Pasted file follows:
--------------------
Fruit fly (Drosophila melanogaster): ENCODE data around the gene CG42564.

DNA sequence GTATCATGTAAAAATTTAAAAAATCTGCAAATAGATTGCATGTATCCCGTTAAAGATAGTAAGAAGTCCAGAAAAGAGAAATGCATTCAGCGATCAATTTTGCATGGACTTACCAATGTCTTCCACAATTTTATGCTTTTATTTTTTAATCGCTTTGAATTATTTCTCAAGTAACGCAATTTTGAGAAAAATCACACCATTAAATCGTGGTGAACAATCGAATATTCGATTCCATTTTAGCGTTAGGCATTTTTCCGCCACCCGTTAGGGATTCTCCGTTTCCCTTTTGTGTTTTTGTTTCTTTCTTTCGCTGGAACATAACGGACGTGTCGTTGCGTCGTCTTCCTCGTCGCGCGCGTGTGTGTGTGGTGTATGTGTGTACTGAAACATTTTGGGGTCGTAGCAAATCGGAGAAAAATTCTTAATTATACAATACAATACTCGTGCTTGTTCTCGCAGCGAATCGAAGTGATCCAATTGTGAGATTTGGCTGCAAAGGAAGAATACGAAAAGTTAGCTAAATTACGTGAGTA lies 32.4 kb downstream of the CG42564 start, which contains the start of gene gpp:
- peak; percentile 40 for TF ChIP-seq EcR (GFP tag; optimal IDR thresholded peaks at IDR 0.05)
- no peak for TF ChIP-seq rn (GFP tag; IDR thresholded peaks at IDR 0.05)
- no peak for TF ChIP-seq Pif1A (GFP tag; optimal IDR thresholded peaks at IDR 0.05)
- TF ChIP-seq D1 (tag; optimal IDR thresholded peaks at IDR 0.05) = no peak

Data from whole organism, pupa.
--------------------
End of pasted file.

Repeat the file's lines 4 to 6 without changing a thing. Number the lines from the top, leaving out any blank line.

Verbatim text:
- no peak for TF ChIP-seq rn (GFP tag; IDR thresholded peaks at IDR 0.05)
- no peak for TF ChIP-seq Pif1A (GFP tag; optimal IDR thresholded peaks at IDR 0.05)
- TF ChIP-seq D1 (tag; optimal IDR thresholded peaks at IDR 0.05) = no peak